Glouco launches program for troubled veterans

Posted: May 22, 2014

Recognizing their sacrifices while serving and the hardships they may face when returning home, Gloucester County unveiled a new effort Tuesday to assist veterans navigating the criminal justice system.

The program - a partnership among six law enforcement, social services, and nonprofit agencies - aims to connect veterans charged with nonviolent offenses with services they need to avoid repeat situations and incarceration.

The effort, which begins this month, will serve as a pilot before being applied statewide, where there are an estimated 15,000 veterans in the justice system, officials said.

The Gloucester County Prosecutor's Office announced the program, called the Gloucester County Veterans Initiative, as partner representatives signed a memorandum establishing a two-year agreement.

The initiative calls for training police officers to integrate questions regarding military service when detaining a suspect or interacting with a homeless individual, and to learn to work with those who may suffer from post-traumatic stress disorder or other illnesses.

In-need veterans are to be referred to specific programs such as shelters, housing, medical treatment, and career counseling.

"They need our help and support," said county Prosecutor Sean F. Dalton.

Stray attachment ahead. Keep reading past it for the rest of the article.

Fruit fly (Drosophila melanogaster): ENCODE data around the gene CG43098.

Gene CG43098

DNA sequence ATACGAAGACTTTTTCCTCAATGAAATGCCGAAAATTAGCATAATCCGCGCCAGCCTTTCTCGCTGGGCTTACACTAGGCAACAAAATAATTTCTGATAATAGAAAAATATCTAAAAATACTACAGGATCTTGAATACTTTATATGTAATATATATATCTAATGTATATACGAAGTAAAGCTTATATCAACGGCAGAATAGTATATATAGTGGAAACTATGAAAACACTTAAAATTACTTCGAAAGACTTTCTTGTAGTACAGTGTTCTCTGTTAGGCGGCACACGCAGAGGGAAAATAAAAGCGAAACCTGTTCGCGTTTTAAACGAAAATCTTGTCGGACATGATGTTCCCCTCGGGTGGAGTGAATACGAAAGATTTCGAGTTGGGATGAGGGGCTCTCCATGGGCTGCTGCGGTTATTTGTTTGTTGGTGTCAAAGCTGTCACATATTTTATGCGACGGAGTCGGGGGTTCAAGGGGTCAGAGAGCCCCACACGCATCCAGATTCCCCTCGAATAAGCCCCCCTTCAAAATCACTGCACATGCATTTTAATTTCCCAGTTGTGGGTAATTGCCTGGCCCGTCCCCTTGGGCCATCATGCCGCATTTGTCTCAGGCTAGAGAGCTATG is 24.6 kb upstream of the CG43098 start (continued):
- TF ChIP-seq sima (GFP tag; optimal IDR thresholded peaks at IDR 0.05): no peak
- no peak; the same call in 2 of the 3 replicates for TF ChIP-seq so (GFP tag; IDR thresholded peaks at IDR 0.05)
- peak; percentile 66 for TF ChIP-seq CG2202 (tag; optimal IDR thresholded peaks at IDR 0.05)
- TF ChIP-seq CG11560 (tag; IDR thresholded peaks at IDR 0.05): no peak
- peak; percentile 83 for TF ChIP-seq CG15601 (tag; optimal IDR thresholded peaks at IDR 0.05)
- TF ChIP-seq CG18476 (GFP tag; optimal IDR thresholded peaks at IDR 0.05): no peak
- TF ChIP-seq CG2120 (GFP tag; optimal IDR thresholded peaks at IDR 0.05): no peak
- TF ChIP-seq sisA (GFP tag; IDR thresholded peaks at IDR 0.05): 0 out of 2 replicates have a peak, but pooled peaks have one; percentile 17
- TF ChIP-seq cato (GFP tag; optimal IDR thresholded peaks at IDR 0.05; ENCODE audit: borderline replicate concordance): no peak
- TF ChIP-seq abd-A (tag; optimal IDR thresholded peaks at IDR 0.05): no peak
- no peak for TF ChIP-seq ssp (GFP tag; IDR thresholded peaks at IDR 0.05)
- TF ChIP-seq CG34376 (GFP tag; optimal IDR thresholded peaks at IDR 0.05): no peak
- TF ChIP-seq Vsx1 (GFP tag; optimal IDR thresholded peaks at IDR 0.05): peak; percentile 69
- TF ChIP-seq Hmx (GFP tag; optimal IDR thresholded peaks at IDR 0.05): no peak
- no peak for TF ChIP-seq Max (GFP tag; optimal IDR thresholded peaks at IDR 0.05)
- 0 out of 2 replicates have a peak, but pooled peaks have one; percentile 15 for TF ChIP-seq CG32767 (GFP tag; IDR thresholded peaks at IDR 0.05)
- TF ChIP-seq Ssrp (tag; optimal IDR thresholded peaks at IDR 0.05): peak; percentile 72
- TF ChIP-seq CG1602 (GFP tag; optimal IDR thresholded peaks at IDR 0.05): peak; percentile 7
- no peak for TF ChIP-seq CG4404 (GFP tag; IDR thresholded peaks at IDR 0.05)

The county is identifying volunteer veterans to serve as mentors for fellow veterans in the system.

Duane Sarmiento, director of the county's Office of Veterans Affairs, said the effort "is the next progressive step" in reaching out to some of the county's 20,000 veterans who have not proactively asked for help.

"Maybe they're not seeking treatment," he said.

Partners include his office; the county Department of Corrections; county Police Chiefs Association; the state Parole Board; and Catholic Charities of the Camden Diocese.

With troops returning from Iraq and Afghanistan, the number of incarcerated veterans in the country could double in coming years, said James T. Plousis, chairman of the parole board.

Organizers say the cooperative program will come at no extra cost to taxpayers. Citing efforts such as veterans courts in Pennsylvania, Plousis said the state "thought this would be a better fit to address the needs of the vets."

"We're confident it will be emulated in other counties," he added. "This is really the future."

The Gloucester County effort for veterans is one of many launching around the Memorial Day holiday.

At the municipal level, East Greenwich plans to begin job preference for veterans in the township. Mayor Dale Archer, a Marine, said he worked with Sarmiento, the county veterans affairs director, in drafting the resolution. Archer hopes the measure, to be signed next week, will be picked up by the county and other municipalities.

In neighboring Camden County, officials this week opened three new one-bedroom cottages in Gloucester Township designated as temporary housing for veterans.



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